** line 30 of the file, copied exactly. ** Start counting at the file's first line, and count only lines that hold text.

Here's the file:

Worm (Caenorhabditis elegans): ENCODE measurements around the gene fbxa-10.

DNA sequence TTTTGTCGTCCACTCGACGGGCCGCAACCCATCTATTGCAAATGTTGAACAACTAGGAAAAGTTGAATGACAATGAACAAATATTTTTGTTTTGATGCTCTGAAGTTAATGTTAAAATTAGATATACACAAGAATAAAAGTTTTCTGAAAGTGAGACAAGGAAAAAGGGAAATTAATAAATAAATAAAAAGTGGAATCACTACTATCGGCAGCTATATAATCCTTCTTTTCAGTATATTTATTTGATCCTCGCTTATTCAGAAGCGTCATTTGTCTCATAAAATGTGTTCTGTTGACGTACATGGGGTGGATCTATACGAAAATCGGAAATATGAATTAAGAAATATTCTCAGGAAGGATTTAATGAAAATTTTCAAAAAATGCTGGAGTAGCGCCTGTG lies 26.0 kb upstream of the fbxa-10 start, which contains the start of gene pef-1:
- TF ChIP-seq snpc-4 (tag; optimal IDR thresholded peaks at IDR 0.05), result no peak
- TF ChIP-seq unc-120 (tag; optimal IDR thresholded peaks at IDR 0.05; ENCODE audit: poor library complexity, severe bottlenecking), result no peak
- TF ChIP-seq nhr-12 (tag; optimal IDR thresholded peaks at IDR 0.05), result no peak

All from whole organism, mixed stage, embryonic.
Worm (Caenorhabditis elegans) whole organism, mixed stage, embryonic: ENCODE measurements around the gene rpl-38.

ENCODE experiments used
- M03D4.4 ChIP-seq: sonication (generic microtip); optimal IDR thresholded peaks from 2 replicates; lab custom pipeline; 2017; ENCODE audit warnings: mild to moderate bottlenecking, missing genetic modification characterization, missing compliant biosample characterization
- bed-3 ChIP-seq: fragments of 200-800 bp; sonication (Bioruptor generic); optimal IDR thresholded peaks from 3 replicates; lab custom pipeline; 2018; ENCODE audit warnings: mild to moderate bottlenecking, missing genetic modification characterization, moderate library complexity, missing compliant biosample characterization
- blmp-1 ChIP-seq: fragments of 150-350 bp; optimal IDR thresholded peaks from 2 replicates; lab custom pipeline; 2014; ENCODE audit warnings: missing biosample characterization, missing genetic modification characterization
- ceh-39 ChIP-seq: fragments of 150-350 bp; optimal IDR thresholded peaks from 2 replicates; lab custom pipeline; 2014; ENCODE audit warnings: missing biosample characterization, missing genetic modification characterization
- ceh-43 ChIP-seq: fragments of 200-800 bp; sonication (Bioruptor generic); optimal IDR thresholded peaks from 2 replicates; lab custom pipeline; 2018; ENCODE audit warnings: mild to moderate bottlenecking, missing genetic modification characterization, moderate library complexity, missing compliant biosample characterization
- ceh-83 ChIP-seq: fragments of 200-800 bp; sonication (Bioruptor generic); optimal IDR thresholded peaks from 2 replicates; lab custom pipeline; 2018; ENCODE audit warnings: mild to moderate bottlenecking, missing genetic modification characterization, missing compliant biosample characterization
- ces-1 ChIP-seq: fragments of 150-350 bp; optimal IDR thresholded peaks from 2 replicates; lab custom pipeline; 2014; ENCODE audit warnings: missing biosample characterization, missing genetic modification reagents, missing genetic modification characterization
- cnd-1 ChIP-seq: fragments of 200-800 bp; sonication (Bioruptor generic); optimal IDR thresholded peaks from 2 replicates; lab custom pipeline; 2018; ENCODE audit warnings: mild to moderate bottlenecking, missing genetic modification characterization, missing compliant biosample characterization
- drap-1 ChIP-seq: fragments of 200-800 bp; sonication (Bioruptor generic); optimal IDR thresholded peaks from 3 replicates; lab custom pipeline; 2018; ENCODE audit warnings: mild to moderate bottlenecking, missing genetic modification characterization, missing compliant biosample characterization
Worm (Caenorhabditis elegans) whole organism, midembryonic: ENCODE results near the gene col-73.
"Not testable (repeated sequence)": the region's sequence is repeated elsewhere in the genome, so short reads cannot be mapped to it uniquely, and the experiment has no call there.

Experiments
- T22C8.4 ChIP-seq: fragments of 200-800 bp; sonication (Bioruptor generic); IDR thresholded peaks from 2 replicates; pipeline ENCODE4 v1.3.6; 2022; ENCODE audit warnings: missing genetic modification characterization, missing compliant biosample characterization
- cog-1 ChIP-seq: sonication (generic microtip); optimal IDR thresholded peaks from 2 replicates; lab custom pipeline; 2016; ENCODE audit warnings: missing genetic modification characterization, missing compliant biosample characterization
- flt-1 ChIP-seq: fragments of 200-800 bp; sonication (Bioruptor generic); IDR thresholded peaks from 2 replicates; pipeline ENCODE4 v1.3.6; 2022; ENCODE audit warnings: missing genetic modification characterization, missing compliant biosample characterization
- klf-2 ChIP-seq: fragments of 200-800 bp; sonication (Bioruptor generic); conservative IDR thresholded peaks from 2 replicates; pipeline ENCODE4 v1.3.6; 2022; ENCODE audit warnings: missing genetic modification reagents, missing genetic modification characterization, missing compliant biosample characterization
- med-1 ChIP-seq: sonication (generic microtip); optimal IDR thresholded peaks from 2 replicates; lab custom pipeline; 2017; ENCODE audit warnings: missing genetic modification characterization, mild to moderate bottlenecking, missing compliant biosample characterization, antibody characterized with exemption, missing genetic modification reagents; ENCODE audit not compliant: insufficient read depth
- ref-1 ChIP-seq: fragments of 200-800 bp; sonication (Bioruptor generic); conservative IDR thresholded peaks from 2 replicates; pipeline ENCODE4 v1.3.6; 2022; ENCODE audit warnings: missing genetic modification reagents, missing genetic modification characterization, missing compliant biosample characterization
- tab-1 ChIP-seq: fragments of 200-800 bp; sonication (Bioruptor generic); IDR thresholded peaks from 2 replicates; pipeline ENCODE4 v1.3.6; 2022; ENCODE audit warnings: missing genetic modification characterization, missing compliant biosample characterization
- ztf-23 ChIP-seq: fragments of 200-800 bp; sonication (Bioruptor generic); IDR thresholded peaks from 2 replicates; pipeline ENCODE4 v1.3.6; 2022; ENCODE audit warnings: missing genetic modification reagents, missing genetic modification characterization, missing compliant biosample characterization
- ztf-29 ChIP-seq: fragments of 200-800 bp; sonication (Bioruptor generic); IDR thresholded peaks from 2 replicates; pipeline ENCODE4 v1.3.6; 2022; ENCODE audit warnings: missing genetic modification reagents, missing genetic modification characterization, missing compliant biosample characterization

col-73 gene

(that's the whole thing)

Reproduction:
col-73 gene